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A pipe is a form of redirection in Linux used to connect the STDOUT of one command into the STDIN of a second command. It allows us to narrow the output of a string of commands until we have an easily digestible amount of data. The pipe character is the | symbol and is placed between any two commands. Pipes are one of the most used command-line features that Linux has. Every article showing Linux commands will almost inevitably include pipes. 

Piping Syntax

The syntax of piping redirects the standard output of one command into another command or program. An example of combining commands using piped redirection is seen below.

command_a | command_b | command_z 

What's the Difference Between the Pipe Command and Piping a Command?

The Linux pipe command is used to pass a program's output into another program's input. Piping redirects the output of one command to another. In the first example, we see the pipe command.

command1 > command2 
command1 | command2

In the second example, we see an example of piping a command into another command.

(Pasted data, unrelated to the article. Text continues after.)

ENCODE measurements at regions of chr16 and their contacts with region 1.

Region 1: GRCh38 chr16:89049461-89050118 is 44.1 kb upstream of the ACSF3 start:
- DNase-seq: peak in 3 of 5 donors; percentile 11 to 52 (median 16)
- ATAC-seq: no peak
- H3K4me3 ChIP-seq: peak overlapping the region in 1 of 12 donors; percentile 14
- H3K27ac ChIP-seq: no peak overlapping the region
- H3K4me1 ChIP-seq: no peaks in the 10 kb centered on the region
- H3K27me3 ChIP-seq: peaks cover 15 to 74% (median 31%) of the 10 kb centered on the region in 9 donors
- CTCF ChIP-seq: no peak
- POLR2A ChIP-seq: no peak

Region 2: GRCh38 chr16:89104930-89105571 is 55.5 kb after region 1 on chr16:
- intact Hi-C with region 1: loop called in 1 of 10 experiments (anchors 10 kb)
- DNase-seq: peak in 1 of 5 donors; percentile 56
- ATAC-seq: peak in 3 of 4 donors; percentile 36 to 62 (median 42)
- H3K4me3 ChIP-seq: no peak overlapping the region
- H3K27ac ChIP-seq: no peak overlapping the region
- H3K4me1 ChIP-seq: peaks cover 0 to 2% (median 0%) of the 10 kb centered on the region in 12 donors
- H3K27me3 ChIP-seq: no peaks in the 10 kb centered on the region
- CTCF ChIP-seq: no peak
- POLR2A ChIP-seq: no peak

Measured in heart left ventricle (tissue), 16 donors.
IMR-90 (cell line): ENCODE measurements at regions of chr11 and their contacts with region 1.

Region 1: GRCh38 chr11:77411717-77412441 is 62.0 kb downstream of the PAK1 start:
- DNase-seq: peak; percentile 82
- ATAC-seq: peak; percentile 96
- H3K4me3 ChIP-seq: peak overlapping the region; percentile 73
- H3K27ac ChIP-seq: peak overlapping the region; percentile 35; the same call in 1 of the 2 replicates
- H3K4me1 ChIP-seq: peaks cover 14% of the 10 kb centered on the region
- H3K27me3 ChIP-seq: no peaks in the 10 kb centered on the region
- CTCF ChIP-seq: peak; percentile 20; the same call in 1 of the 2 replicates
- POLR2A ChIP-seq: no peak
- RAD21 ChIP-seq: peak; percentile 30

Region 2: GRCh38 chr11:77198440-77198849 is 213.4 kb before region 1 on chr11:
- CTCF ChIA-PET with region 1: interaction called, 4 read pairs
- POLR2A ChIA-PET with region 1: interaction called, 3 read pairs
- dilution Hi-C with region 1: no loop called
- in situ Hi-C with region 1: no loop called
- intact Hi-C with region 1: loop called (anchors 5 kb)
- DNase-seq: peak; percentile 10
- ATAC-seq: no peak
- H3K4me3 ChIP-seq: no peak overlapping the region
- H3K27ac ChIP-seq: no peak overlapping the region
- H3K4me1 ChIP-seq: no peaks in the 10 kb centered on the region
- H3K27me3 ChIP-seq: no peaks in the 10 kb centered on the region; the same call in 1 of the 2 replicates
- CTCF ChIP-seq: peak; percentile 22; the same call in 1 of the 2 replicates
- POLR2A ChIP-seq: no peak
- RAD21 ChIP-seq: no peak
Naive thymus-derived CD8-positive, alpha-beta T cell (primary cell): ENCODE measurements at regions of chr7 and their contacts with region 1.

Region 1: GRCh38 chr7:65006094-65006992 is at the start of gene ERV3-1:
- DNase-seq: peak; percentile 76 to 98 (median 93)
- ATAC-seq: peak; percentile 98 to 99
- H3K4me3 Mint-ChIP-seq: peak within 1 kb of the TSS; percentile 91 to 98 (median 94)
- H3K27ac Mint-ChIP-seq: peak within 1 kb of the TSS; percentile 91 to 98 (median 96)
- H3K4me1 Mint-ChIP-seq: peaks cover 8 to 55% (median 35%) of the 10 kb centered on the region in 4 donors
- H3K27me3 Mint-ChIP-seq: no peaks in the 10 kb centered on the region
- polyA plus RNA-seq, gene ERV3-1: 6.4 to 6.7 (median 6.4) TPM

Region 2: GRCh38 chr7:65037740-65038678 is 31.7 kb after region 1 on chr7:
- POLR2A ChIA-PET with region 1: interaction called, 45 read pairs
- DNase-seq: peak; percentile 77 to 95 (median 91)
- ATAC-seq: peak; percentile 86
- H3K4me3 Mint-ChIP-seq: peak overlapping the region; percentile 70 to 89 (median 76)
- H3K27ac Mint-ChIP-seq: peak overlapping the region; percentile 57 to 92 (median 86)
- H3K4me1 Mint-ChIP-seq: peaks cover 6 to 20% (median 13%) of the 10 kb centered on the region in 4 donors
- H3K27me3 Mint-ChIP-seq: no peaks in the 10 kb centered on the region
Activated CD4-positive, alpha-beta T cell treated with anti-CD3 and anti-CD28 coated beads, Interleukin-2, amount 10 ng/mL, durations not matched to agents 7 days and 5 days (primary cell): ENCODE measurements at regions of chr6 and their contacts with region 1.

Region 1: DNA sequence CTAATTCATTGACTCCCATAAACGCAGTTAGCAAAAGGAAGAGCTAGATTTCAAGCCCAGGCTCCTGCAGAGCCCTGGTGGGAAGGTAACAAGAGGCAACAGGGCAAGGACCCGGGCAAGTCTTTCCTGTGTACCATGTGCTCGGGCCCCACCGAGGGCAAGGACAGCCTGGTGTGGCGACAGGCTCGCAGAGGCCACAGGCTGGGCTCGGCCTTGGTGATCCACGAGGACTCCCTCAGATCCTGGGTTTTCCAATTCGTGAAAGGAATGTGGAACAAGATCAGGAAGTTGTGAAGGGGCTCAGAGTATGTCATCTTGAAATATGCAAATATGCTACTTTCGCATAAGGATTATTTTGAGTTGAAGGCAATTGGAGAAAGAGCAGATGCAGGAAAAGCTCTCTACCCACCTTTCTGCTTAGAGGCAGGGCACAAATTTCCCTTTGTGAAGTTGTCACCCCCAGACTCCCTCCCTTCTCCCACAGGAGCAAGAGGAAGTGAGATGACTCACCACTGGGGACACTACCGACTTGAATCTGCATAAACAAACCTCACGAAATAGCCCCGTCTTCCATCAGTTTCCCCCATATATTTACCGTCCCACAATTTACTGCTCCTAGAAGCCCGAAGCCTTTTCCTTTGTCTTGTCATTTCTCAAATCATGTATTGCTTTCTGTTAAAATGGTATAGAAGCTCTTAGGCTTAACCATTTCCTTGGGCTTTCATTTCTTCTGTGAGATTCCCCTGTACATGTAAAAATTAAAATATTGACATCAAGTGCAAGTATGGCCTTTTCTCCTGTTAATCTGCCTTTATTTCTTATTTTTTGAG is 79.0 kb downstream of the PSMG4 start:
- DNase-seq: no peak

Pipe Example

I have created ten files named “File_n,” where n is the number of the file. The ls -l command will display these files and include each file’s name, permissions, ownership, size, and the date and time they were created.

 ls -l | awk '{print $9}' | grep 10
Linux Pipe 1

In the example above, ls -l will display all files in the current folder. Pipe redirects the command’s output to the next command. Only the 9th string (separated by whitespace) will be displayed at the end of the line containing 10. The example above shows the pipe’s usefulness and how some commands can be joined together. I have created my own access log with random data to extract specific information from combining different commands.

Using Pipe on a Log File

First off, let’s see how a file is structured. I will use the tail command to get the last 10 lines from the access log.

 tail access_log

As you can see in the image below, we have the IP address, time of the request, type of request, and the URL they are trying to access.

Linux Pipe 2

Let’s see from which IP we have the most requests.

 awk '{print $1}' access_log | sort -n | uniq -c | sort -rn

Then, using the awk command, we will extract each row’s first value (which is IP) and pass the pipe’s results to the next command. The command sort -n will rearrange the IP from lowest to highest, but we will only see the block of n number of the same IPs.

To count how many of the same IPs are in these blocks, we can pass the result to the uniq -c command. The -c flag is used to count the same value. We can use the sort- rn command if we would like to sort from the highest to lowest number of requests. We can see that IP “” had 28 requests. Use the POST or GET request to see which part of the website was accessed.

Linux Pipe 3

The following command can be used to determine if an IP tried to use a brute force attack on your website.

 grep "" access_log | grep POST | wc -l
Linux Pipe 4